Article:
Category Archives: Culture

A Belgrade Tradition: 70 Year Anniversary of the First Democratic Protests

On Friday afternoon I was in downtown Belgrade for a couple of business meetings. Aside from the unusually lovely weather in late November, it was a day like any other. I finished both meetings, packed my stuff and got on my cell to call a cab, with juste enought time to get home before my son got back from school. I got the same response from all three cab companies that I called: “We’re sorry but, as a gesture of support to the protests today, we won’t be working for the next hour.” Great. Thankfully, one of my business associates was there with his motorcycle and, knowing his faithful Yamaha steed would get us through almost any crowd or traffic jam, offered to give me a ride home.

Notice I didn’t even bother to ask exactly who was protesting or why. Prostests are so common in Belgrade that most of us tend to just try to ignore them unless they have something to do with the issues affecting our individual lives. Nevertheless, the information junkie that I am, I got home and ended up finding out that the students of the University of Belgrade were protesting new terms for fullfillment of requierments for certain financial aid for tuitions and so on. I wish them all the best in their efforts but I was a student a decade ago and my son is still in elementary school so I’m not really all that interested. Sorry. It did however remind me of a blog post I wrote and tucked away on my hard disk for future use. I thought I’d release it on the exact day that will mark 70 years since the first massive student protest in Belgrade but, with the current students planning on continuing their protest come Monday, this weekend seems like more appropriate timing. We’re taking that step back again now. The one I call retrograde. In fact, take a few steps back ’cause this picture isn’t just big. It’s huge. And you’re going to want to see it.

The year 1939 had been a tough one on all of Europe. In Serbia it was better known as the Bloody Year of 1939. It remained known as such even after World War II, which was just around the corner. What some don’t know and many fail to recall is that, before World War II came about, a vast portion of the Serbian high society, polititians and bourgeoise in Serbia and much of the region, actually liked the ideologies of Adolf Hitler and Benito Mussolini. Yes, you read that right. Don’t forget that Hitler was Time magazine’s Man of the Year in 1938. This vehement little creature with the funny moustache had an ideology that very much appealed to the higher classes and a killer rhetoric. Bluecollar workers and students saw it differently, of course. The Bloody Year of 1939 saw more than 800 protests throughout the Kingdom of  Yugoslavia.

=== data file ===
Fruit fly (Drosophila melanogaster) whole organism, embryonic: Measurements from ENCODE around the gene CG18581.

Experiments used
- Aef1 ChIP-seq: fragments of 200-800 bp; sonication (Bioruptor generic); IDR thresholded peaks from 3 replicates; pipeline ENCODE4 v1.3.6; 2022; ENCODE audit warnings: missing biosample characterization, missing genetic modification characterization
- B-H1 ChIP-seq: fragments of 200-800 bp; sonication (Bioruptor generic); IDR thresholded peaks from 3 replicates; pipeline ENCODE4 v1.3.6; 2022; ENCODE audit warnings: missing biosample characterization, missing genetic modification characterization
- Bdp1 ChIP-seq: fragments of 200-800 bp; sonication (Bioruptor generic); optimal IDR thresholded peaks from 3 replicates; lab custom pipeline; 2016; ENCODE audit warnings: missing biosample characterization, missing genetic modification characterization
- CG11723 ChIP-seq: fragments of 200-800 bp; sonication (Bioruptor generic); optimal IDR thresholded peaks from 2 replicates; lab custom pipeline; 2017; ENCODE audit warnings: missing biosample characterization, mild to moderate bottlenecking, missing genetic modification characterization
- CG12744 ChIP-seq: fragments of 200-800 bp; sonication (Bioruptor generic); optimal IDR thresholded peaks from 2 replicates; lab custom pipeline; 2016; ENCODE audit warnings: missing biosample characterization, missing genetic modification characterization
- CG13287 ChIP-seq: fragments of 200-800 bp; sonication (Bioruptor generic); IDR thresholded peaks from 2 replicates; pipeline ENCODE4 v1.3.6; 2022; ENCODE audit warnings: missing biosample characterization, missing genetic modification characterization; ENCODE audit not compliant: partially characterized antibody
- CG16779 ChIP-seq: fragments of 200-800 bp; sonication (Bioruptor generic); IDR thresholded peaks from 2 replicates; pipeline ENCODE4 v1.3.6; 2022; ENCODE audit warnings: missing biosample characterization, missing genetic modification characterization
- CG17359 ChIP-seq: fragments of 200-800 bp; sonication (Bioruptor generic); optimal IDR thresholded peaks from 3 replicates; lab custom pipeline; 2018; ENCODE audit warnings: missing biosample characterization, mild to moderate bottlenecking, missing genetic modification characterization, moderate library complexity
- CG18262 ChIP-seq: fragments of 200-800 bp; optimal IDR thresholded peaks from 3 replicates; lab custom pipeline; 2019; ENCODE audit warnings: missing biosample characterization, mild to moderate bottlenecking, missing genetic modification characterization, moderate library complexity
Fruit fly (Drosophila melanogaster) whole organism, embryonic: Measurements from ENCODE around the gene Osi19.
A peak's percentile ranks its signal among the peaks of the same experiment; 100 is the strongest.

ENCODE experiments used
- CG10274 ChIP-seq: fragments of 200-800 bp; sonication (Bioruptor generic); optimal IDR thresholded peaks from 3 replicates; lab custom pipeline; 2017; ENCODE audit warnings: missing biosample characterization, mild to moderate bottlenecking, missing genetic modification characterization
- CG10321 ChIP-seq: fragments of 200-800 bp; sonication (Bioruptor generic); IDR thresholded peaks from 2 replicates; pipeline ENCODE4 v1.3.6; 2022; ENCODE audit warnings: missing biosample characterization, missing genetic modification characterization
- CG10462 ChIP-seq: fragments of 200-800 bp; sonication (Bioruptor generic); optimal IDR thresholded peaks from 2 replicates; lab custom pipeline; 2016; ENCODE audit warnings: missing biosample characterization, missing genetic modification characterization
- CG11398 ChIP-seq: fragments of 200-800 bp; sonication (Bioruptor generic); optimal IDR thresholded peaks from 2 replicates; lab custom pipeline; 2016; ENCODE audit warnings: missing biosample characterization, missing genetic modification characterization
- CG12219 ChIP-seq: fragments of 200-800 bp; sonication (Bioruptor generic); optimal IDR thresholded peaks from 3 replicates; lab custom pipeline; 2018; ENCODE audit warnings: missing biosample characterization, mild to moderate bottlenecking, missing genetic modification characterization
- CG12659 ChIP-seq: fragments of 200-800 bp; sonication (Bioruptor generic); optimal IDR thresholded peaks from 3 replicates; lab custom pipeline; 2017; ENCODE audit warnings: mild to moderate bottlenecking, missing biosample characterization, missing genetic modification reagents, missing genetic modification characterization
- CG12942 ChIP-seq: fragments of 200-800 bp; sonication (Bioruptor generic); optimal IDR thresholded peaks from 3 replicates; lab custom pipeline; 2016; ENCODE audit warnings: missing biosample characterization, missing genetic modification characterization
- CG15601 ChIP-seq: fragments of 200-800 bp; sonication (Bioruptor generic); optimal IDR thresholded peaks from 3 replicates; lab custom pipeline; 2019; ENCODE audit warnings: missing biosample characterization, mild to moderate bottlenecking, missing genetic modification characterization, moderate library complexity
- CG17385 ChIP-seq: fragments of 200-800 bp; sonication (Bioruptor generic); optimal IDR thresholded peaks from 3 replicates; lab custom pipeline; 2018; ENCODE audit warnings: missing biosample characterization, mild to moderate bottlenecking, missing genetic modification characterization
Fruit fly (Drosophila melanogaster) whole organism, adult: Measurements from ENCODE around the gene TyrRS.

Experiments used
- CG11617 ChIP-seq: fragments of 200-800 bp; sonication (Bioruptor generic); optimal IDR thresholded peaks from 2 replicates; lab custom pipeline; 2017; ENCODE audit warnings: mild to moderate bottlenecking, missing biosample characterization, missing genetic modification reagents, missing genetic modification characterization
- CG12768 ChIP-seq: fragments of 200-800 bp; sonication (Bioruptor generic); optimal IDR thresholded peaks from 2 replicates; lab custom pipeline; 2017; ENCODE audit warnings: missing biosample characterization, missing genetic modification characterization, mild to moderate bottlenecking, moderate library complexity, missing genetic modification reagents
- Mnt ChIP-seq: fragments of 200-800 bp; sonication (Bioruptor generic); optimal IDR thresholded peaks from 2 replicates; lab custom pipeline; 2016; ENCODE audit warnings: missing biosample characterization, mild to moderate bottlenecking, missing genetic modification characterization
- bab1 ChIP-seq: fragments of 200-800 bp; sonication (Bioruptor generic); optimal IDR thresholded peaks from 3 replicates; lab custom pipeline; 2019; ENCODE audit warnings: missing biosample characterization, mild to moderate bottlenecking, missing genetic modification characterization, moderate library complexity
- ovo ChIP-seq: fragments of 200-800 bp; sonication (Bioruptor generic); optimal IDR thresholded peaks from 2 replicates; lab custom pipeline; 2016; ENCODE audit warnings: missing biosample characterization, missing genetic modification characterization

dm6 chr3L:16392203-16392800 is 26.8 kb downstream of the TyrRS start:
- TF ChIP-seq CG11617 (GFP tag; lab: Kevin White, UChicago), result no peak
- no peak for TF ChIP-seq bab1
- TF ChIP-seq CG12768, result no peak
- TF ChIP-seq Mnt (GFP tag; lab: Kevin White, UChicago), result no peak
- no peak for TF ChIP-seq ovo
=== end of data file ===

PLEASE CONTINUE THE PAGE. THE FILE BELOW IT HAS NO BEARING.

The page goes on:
Allow me to introduce you to a few of the characters in this particular story – the story of the first massive organized student and proleterian protests in Serbia. Miloš Matijević, better known as ‘Slim’ (Mrša) was a tall and lanky bluecollar type that had been born and raised on a small, impoverished farm. A hard worker, after years of unsuccessful farming, physical odd jobs and such, he ended up landing a decent gig in the textile industry in Belgrade. In the late 1920’s he became a member of the Communist Party and set his sights on creating better conditions for the working class. True, most of us still cringe at the word ‘communist’ now that we all know what happened post WW II. But all that ‘Slim’ Matijević and those similar to him knew was that it was time for a change and this ‘communism’ thing, equal shares and opportunity for all, seemd like a great idea.

Our next character became a member of the Communist Party in the mid 1930’s and was a Montenegrin born Serb, Radoje Dakić. He was an electro-mechanic working in one of the larger factories of the time in Belgrade and was often arrested for his revolutionary activities and served a sentence or two in prison. A third working class character in the story, but far from the average woman of her time, was Vukica Mitrović. Born in Budva Montenegro, she had attended elementary and secondary schools there before her family’s finacial troubles and move to Belgrade. She was unable to continue her education but soon found an administrative job in  the Belgrade textile industry and joined the Communist Party in 1933. Vukica was arrested in a huge police raid of the offices of the Communist Party in April of 1935 and tortured by the authorities in prison so she would give up certain information and colleagues. Vukica kept quiet and, although a trial was held, she was finally released due to lack of evidence. Her friends called her ‘Sneak’ (Šunja) for her ability to carry out underground revolutionary tasks quietly and efficiently.

Rifat Burdžević

Rifat Burdžević was a baby faced and strong voiced young man. He was born in a small town in Serbia where, after having been orphaned at the age of two, he was raised by family members and enrolled at the Law School of the University of Belgrade in 1933. Last, but certainly not least, there was Aleksandar ‘Leka’ Ranković. ‘Leka’ Ranković was born in Obrenovac and raised mostly by his mother as he had lost his father at a young age. Ranković is a story all on his own so suffice it to say he would later become one of the most significant characters in the Communist Party of the former SFR of Yugoslavia.